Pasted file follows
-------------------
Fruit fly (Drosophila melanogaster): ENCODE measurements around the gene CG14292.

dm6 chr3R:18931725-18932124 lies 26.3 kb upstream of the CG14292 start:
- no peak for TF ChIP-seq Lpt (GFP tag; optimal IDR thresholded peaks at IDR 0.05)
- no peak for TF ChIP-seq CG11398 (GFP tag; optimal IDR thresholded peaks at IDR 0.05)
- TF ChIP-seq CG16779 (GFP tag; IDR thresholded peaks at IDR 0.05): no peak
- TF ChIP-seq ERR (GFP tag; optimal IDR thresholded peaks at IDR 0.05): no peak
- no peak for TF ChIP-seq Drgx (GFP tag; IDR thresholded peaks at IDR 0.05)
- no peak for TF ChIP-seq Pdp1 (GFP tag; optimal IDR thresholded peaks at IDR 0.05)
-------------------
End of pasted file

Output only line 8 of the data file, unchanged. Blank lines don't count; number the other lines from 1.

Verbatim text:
- no peak for TF ChIP-seq Pdp1 (GFP tag; optimal IDR thresholded peaks at IDR 0.05)